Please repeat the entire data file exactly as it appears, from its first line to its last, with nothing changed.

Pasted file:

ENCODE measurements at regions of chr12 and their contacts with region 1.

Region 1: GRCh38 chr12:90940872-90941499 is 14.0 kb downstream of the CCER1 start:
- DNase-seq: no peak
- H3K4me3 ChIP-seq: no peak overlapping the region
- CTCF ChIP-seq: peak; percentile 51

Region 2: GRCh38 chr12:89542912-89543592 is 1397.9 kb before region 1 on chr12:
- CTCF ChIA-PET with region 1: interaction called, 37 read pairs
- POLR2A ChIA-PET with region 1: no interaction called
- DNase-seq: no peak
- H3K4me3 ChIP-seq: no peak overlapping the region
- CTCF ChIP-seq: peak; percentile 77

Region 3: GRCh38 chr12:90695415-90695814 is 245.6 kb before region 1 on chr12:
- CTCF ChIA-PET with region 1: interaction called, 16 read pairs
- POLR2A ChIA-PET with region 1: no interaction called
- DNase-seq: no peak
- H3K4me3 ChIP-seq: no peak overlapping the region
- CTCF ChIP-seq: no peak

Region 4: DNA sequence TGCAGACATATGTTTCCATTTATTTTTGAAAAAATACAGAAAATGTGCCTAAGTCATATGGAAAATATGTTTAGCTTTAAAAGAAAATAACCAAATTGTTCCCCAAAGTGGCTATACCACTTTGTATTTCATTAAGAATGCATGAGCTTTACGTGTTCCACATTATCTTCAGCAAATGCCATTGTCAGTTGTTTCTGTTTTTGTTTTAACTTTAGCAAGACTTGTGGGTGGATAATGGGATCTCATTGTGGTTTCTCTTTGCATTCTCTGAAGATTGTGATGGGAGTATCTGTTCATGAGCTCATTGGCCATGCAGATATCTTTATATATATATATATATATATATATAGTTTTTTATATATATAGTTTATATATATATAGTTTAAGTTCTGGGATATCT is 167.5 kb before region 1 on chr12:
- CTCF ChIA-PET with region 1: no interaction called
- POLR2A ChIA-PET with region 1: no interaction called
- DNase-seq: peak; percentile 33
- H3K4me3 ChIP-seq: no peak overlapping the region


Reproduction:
ENCODE measurements at regions of chr12 and their contacts with region 1.

Region 1: GRCh38 chr12:90940872-90941499 is 14.0 kb downstream of the CCER1 start:
- DNase-seq: no peak
- H3K4me3 ChIP-seq: no peak overlapping the region
- CTCF ChIP-seq: peak; percentile 51

Region 2: GRCh38 chr12:89542912-89543592 is 1397.9 kb before region 1 on chr12:
- CTCF ChIA-PET with region 1: interaction called, 37 read pairs
- POLR2A ChIA-PET with region 1: no interaction called
- DNase-seq: no peak
- H3K4me3 ChIP-seq: no peak overlapping the region
- CTCF ChIP-seq: peak; percentile 77

Region 3: GRCh38 chr12:90695415-90695814 is 245.6 kb before region 1 on chr12:
- CTCF ChIA-PET with region 1: interaction called, 16 read pairs
- POLR2A ChIA-PET with region 1: no interaction called
- DNase-seq: no peak
- H3K4me3 ChIP-seq: no peak overlapping the region
- CTCF ChIP-seq: no peak

Region 4: DNA sequence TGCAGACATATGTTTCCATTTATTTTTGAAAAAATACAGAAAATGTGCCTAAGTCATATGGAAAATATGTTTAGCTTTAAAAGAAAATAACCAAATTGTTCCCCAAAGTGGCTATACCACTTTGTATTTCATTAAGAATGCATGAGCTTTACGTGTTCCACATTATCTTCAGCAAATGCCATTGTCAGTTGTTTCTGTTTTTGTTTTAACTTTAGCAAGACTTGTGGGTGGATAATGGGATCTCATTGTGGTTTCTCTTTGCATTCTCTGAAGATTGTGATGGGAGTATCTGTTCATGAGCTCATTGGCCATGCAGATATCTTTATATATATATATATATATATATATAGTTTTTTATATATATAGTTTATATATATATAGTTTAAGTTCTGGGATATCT is 167.5 kb before region 1 on chr12:
- CTCF ChIA-PET with region 1: no interaction called
- POLR2A ChIA-PET with region 1: no interaction called
- DNase-seq: peak; percentile 33
- H3K4me3 ChIP-seq: no peak overlapping the region